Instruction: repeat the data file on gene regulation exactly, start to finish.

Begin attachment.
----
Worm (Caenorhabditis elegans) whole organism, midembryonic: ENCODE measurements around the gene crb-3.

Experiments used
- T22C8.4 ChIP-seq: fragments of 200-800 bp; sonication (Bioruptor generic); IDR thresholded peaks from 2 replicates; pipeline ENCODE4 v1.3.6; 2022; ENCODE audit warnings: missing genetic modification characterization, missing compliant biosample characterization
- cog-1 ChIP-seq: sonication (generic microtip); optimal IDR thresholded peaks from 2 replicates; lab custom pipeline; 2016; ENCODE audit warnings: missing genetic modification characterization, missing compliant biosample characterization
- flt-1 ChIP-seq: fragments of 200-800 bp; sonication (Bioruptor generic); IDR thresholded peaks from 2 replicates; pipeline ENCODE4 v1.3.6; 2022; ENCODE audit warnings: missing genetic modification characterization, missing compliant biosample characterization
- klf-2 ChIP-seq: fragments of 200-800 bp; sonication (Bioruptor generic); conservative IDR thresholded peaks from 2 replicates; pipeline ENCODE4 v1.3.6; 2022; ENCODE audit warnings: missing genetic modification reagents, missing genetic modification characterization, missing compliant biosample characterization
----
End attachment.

Worm (Caenorhabditis elegans) whole organism, midembryonic: ENCODE measurements around the gene crb-3.

Experiments used
- T22C8.4 ChIP-seq: fragments of 200-800 bp; sonication (Bioruptor generic); IDR thresholded peaks from 2 replicates; pipeline ENCODE4 v1.3.6; 2022; ENCODE audit warnings: missing genetic modification characterization, missing compliant biosample characterization
- cog-1 ChIP-seq: sonication (generic microtip); optimal IDR thresholded peaks from 2 replicates; lab custom pipeline; 2016; ENCODE audit warnings: missing genetic modification characterization, missing compliant biosample characterization
- flt-1 ChIP-seq: fragments of 200-800 bp; sonication (Bioruptor generic); IDR thresholded peaks from 2 replicates; pipeline ENCODE4 v1.3.6; 2022; ENCODE audit warnings: missing genetic modification characterization, missing compliant biosample characterization
- klf-2 ChIP-seq: fragments of 200-800 bp; sonication (Bioruptor generic); conservative IDR thresholded peaks from 2 replicates; pipeline ENCODE4 v1.3.6; 2022; ENCODE audit warnings: missing genetic modification reagents, missing genetic modification characterization, missing compliant biosample characterization